Harvard Square: Date Night Ideas in a Smart Locale
A high-low mix of dining options, entertainment, and more.
Welcome to our Date Night series! Each week, we’ll share a new set of recommendations for you and your sweetheart.
Romance is always subject to the whims of the unpredictable heart—but head to Harvard Square, and you’ll at least find a reliably smart pick of a date night locale. From brainy cultural attractions for Ivy League-level interests to live music clubs that pay homage to the neighborhood’s punk rock roots, there are plenty of grade-A options to help set crimson hearts aflame and aflutter.
Where to Eat
Dining-wise, Harvard Square’s strongest selling point is its high-low mix. If you’re looking to impress, book a table at Les Sablons, a sexy new entry from the Island Creek Oyster Bar team. The upstairs level offers an especially clandestine-feeling, cosmopolitan vibe for sharing Continental cuisine and sipping from one of the neighborhood’s best wine lists. Otherwise, square standby Harvest marries experience (40-plus years operating) and innovation (via twenty-something wunderkind chef Tyler Kinnett) to serve up consistently elegant farm-to-table New American. For a more entry-level meet-up, the casual route leads to the year-round beer garden at neon-lit Charlie’s Kitchen, a stalwart beer and burger dive offering sloppy patties around flickering, fire feature-equipped outdoor tables; don’t forget to find “your song” in the old-school jukebox inside. And though the cheap counter-service Mexican grub at Felipe’s Taqueria doesn’t scream, “amor,” you can definitely expect sweet words to be slurred while sharing margaritas on its unexpectedly awesome third-floor rooftop bar. Finally, for dinner-and-show double features, hit up the Sinclair, a restaurant-cum-rock hall that serves highbrow-hipster eats in one room and a nightly lineup of impressive indie bands in the other.
Where to Play
First, you’ll want to find fodder for your cocktail conversations. Luckily, hiding in plain sight are some stellar Harvard University-affiliated institutions that public passerby often seem to overlook: We’re thinking of the Harvard Museum of Natural History and its extensive fossil displays, the Carpenter Center for the Visual Arts, where rotating exhibitions examine intersections of design and culture, and the Harvard Film Archive, where cerebral flicks—from international movies to classic American cinema—are shown in a very dark and canoodle-friendly subterranean screening room. The nearby Brattle Theatre brings a more modern mix of smart flicks to its romantic, old-school movie-house environs, but the neighborhood is also home to impressive live theater—whether you’re clasping hands at Loeb Drama Center, where the nationally renowned American Repertory Theater stages its award-winning main-stage productions, or tapping toes together at the in-the-round venue Oberon, host to more immersive and experimental works, from bawdy burlesque shows to the fringe-focused “Glowberon” series with programming content of particular appeal to queer couples. And on the grittier, grassroots side, you can scope folk-rock bands at Harvard Square’s historic, ultra-intimate and sub-street level Club Passim, or titter over scorpion bowls as local comics workshop their material in the Comedy Studio, housed on the top floor of the complete-with-karaoke Hong Kong restaurant.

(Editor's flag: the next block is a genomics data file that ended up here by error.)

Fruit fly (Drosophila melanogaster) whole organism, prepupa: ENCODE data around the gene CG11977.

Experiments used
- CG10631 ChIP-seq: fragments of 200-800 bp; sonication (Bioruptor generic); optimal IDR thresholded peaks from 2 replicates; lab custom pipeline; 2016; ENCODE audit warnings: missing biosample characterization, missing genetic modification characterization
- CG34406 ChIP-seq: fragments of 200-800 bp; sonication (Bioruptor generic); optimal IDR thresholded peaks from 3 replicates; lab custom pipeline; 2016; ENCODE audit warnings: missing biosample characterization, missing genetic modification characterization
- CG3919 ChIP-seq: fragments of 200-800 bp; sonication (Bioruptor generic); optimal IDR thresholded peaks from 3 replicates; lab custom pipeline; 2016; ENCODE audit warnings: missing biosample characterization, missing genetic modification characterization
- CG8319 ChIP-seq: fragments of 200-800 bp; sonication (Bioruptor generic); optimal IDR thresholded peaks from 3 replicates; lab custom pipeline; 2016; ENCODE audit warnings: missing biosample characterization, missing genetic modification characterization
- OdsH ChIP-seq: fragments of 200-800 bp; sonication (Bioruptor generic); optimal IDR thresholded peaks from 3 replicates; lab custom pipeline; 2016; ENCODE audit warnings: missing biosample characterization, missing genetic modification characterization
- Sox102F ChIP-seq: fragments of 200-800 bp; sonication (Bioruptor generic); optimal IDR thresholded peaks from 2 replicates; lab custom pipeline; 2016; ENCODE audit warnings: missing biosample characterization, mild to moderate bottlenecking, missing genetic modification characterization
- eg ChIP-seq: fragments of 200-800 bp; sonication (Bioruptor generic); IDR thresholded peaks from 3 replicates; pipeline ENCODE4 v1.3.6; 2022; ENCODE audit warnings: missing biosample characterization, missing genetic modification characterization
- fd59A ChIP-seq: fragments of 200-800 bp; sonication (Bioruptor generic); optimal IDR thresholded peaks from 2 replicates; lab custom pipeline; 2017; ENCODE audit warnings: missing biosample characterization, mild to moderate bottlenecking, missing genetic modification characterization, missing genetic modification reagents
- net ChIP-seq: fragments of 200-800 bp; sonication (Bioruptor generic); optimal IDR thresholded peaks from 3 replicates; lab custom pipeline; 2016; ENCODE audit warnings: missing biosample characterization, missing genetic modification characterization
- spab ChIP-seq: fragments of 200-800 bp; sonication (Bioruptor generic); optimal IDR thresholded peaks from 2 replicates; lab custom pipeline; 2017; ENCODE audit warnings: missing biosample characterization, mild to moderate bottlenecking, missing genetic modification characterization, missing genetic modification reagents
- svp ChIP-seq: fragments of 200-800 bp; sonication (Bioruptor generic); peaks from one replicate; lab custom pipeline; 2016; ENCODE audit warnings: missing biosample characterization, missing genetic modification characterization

In contrast to the austere dining room, the upper-level cocktail bar at Parsnip Restaurant & Lounge is a suave and comfy little spot for excellent cocktails in midcentury-modern style; alternatively, toss back one last brew over a game of billiards at Tasty Burger, open until 2 or 4 a.m., night depending. If a sleepover seems likely, down martinis at Nubar, a chic restaurant-lounge discreetly nestled under the Sheraton Commander Hotel. We won’t tell if you first stroll by Harvard Square’s infamous Hubba Hubba, a decades-spanning alternative fashion and naughty accessory store.
The Morning After
Long before “farm to fork” was a ubiquitous buzzword, chef Peter Davis was pioneering the philosophy in his Yankee-fancy cuisine at Henrietta’s Table—which happens to be known for its killer daily breakfast and indulgent Sunday brunch buffet.